A GOOD BAG
A good rucksack is really handy for carrying any extra kit to the slopes. On most courses we leave bags with extra layers, snacks and drinks and perhaps lunch in a room on the mountain.
In Saas Fee we recommend a boot bag rather than a rucksack. Most trainees and coaches walk to the lift and head up the hill in normal shoes, then switch to boots at the top.
SLIPPERS OR INDOOR SHOES
This might not be the fist thing on your list, but it’s dead handy…
In resort you always take your shoes off when you enter the accommodation – after all they’re usually wet and covered in snow.
So a pair of indoor shoes or slippers that stay dry and never get used outside are a really handy thing to pack.
Everything with BASI is now online including the manual which is on the BASI App. If you would prefer a hardcopy of the manual then you can order one direct from BASI for £22 (before your course starts) and they will sent direct to your home address. You will be using them a lot through your course so it’s well worth considering.
A FEW OTHER THINGS….
A must for obvious reasons…
Bank / credit cardOne that will let you withdraw money at non-UK cash points (or outside of your home country if you’re not British). Mmake sure you contact your bank in advance to say you will be using it abroad or they might put a hold on your account when you start using it abroad. This is a standard security thing and you usually need to inform them to start using your card again.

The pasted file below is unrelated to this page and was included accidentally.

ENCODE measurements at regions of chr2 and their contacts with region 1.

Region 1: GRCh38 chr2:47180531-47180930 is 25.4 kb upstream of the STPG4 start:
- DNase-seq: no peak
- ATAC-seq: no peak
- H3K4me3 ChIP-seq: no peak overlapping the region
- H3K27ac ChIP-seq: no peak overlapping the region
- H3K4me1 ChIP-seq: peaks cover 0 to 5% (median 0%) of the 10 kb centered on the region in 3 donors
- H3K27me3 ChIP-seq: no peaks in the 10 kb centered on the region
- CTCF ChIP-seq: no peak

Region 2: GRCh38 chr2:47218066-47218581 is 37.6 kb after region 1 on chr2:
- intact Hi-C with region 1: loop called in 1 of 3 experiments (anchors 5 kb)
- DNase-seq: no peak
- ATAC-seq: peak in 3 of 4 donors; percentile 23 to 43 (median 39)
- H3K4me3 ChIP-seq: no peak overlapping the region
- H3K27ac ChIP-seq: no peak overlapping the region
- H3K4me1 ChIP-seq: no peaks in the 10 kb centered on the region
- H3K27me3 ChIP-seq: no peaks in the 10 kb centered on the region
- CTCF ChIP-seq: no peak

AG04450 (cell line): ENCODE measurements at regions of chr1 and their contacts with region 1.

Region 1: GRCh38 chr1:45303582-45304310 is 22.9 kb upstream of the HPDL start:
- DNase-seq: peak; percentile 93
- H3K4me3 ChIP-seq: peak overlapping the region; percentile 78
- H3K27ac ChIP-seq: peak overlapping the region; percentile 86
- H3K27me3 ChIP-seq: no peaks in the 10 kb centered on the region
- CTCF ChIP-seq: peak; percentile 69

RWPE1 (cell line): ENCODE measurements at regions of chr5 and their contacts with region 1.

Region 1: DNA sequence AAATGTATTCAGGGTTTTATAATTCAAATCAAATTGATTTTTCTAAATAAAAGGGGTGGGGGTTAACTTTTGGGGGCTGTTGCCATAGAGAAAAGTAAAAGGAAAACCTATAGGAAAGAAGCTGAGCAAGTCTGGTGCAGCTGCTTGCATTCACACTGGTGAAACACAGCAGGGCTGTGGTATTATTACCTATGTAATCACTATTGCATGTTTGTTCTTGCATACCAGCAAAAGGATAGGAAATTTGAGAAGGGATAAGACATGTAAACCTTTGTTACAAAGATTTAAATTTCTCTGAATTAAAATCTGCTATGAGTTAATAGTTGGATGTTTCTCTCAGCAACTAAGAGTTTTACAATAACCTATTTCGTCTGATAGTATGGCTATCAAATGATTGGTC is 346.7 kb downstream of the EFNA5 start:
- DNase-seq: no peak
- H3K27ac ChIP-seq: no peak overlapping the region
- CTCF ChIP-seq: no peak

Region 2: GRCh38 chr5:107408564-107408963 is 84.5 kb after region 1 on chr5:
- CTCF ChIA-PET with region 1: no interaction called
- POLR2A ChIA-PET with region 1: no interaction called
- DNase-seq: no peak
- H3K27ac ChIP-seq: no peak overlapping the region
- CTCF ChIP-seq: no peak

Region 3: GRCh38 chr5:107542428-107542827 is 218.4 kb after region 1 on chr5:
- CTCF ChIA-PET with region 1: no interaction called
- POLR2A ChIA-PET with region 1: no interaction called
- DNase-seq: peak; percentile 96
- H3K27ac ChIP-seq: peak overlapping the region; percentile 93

Mobile phoneCheck with your provider for packages for texting/calling abroad so that you don’t get stung! You may want to buy a foreign SIM card in the country of your course and we are very happy to advise you on this.
Fitness clothingRemember to bring trainers and clothes for running and doing fitness training.
Camera/video cameraWe’ll be issuing prizes for the best photos/blogs/video edits during the course! So if you’ve got a camera that’s a massive benefit…
Laptop / tablet / music playerKeeping entertained and is invaluable. So being bale to plug-in and zone-out is important.
International plug adaptorsIt’s a great idea to bring a power bank from your home nation and also an international adapter – so you can plug into a Swiss socket and still use your home nation electrical equipment.
But remember that Swiss plugs are usually different from most of the rest of Europe.
If not you can buy adapters in resort too – they’re usually more expensive though.
Sun creamA goggle tan is one thing – burning is another… So make sure you’re protected.
Personal First Aid KitEssential for dealing with any cuts or blisters.
The countdown is on …